Stress, the reaction that mobilizes our resources against a potential danger (real or perceived), can be produced by an almost infinite variety of single triggers. This variety is produced by the many different situations that can cause stress, in addition to the individual differences among individuals in their perceptions of these triggers. It is not uncommon to see a threat where someone else may see an opportunity or a challenge, and vice versa. For ease of understanding, stress triggers may be classified into four major sources, which in turn can be further combined into two categories. The principal categories are: physical stressors and psychological stressors.
Physical stressors impinge upon the five senses and pertain to the domain of the tangible and concrete. These are stress triggers that we can see, hear, touch, smell or taste. A car coming straight at us on the sidewalk is a real, tangible and imminent physical threat, which must and does trigger an immediate stress reaction. We respond to this physical threat by stepping out of the way, instinctively and without giving it much thought. Included in the physical stressors is pain, which is the body’s reaction to a noxious agent that attacks its structure. Thus, illness, which frequently produces pain, is considered primarily as a physical stressor, rather than psychological. However, and it’s a big caveat, it would be a mistake to consider illness a purely physical stressor, as illness (especially if accompanied by pain) has a way of affecting the mind by producing negative thinking, negative self-appraisal, hopelessness, mental fatigue and other effects on the person’s spirit, attitude and worldview.
Psychological stressors are the most complex and perhaps the most frequent type of stressors we encounter in our daily lives. To understand psychological stressors it is important to remember that they can fall into two distinct categories: real or perceived. Real psychological stressors are produced by the perception of an emotional danger or threat, in other words by a concern over something that is based on reality and does or may objectively occur. An example of this may be an impending relationship breakup. Perceived psychological stressors are produced by the same mechanism, and are a concern over events or situations that are often based on reality but may be exaggerated or may in fact never occur. An example of the latter may be a worry or concern over an unnamed threat that may keep us from being able to take an elevator, or ride in an aircraft.
To summarize, the four principal sources of stress may be grouped as follows:
- Includes physical stressors that impinge upon the five senses, such as weather, traffic, noise, pollution, disturbing images.
- Includes psychological stressors triggered when demands are made on our time, attention and skills, such as in job interviews, public speaking, work presentations, interpersonal conflict, competing priorities, financial problems, and loss of relationships and loved ones.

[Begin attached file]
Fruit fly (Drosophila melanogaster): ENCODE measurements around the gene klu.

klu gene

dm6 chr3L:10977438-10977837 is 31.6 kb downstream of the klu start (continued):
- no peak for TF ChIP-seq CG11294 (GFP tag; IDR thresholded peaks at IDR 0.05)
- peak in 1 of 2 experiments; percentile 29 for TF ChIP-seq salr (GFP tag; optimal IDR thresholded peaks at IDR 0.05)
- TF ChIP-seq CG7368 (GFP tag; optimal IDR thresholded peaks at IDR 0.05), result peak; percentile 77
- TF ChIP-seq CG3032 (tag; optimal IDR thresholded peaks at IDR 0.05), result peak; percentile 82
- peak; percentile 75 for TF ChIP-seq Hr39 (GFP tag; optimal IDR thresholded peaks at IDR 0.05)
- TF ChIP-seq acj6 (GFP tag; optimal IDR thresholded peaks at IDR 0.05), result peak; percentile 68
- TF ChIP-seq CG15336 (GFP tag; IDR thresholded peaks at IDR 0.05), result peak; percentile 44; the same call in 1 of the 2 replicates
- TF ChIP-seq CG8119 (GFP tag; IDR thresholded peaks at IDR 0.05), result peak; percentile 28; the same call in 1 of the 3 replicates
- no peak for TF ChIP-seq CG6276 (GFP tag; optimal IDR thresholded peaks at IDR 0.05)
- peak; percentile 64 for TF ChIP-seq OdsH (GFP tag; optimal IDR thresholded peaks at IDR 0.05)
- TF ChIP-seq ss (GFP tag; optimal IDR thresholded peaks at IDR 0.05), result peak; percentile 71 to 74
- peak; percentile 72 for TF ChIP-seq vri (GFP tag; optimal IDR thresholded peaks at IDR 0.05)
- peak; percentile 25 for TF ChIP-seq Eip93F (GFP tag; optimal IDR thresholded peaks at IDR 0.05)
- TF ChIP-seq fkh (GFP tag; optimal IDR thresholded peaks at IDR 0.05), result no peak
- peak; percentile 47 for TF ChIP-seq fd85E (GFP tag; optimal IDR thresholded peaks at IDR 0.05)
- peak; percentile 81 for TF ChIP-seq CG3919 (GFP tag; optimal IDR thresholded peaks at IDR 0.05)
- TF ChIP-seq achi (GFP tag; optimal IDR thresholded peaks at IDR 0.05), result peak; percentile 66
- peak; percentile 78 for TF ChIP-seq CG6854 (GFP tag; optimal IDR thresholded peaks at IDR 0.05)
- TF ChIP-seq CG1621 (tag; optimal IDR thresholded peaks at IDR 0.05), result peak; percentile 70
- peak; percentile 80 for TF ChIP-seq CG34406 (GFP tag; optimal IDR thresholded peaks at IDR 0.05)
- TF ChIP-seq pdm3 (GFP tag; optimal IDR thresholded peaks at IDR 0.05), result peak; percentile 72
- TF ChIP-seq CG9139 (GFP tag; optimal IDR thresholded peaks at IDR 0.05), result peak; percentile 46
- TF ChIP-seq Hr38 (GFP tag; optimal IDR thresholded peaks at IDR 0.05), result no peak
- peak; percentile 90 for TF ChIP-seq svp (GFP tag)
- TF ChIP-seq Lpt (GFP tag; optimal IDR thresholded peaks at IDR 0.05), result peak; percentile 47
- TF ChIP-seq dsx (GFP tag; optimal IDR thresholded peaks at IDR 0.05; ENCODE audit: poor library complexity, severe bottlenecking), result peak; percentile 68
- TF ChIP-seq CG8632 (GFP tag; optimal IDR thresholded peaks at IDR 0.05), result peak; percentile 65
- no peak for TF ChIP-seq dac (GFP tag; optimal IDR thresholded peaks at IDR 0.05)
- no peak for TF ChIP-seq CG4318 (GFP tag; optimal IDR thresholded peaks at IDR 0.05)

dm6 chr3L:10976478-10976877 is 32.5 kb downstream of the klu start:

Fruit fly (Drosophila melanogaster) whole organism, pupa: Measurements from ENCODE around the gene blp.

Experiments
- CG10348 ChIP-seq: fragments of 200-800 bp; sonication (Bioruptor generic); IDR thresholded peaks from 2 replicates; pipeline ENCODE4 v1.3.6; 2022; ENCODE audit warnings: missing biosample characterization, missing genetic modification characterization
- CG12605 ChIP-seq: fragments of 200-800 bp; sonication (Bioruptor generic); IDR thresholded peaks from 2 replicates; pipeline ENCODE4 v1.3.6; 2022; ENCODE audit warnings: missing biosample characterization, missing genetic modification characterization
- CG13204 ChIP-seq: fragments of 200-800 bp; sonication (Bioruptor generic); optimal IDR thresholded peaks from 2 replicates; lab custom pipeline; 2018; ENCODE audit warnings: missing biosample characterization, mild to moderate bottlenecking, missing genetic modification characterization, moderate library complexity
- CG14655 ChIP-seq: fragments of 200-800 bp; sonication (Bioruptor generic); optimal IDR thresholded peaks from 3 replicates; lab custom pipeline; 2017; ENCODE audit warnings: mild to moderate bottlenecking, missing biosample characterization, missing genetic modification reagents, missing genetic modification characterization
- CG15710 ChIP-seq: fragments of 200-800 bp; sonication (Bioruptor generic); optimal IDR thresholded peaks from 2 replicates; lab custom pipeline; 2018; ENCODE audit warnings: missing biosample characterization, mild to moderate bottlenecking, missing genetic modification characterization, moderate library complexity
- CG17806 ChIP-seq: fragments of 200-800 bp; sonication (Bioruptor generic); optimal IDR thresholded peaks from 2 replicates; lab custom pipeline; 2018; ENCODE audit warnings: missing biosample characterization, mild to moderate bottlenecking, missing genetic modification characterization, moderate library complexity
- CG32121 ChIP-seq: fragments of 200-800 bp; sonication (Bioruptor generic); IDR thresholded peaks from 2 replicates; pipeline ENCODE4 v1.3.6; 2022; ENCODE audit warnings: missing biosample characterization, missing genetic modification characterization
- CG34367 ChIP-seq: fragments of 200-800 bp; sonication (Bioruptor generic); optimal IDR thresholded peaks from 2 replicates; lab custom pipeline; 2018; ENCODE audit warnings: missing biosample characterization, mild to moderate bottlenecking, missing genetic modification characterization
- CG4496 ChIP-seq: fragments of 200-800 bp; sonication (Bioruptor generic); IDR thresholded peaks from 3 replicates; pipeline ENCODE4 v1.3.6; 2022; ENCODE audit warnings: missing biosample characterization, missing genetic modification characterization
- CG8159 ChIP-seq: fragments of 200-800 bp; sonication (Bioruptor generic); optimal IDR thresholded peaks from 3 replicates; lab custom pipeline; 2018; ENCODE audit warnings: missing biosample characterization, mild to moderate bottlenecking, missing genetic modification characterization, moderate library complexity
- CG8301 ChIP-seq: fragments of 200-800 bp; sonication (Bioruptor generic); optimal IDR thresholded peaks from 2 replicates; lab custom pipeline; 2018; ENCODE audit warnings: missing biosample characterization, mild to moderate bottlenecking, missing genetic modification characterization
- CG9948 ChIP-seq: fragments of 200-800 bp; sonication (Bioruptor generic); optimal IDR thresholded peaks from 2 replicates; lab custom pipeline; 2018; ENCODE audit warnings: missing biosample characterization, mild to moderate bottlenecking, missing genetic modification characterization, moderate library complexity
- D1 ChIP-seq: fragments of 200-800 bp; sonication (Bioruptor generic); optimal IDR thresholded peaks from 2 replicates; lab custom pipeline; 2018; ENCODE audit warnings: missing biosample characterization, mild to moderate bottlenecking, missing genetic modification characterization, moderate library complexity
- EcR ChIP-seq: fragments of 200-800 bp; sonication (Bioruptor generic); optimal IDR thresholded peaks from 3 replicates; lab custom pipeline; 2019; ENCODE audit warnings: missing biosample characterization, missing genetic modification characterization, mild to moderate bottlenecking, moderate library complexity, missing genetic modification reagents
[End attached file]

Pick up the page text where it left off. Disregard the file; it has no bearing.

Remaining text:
- Includes physical stressors that are produced at various stages in our life, such as during growth spurts in adolescence, menopause, lack of exercise, poor nutrition insufficient sleep, illness, injuries, and aging.
- Included in this category is also the physical stress produced by psychological stressors, which produce muscle tension, headaches, stomach upsets, anxiety attacks, and bouts of depression.
- The principal source of this type of stress is our own thoughts. Our brain interprets changes in our environment and body and conducts an automatic “threat assessment” to decide whether a danger is present and thus mobilize the body’s defenses. The good functioning, or poor functioning of our threat assessment mechanism determines whether we become alarmed appropriately or inappropriately, and whether to remain stressed or relax.
In all cases, the stress reaction and the response that follows begins with our ability to correctly assess the situation and to estimate danger. Stress researchers Lazarus and Folkman (1984) were the first to point out that stress begins with our appraisal of a situation. Instinctively, we first ask ourselves how dangerous or difficult a situation is and what resources we have at our disposal to cope with it. Self-confident individuals are more likely to conclude that, although the situation may be serious, they have what it takes to face it. Less confident individuals tend to conclude that the same situation requires resources that they either do not have or that they have in insufficient measure.
The stress response of fight, flight or freeze is directly correlated to our ability to interpret the danger correctly, and to select the best course of action that produces the wanted results. In some case, we will be able to eliminate the stressor (turn the source of noise off), in others we may simply need to distance ourselves from the stressor (flight response), and in some other cases it will be appropriate to do nothing and let the situation resolve itself (the freeze response). What we choose to do largely depends on our assessment of available resources: making the correct appraisal of what we are capable of can be the difference between the right response and the wrong one.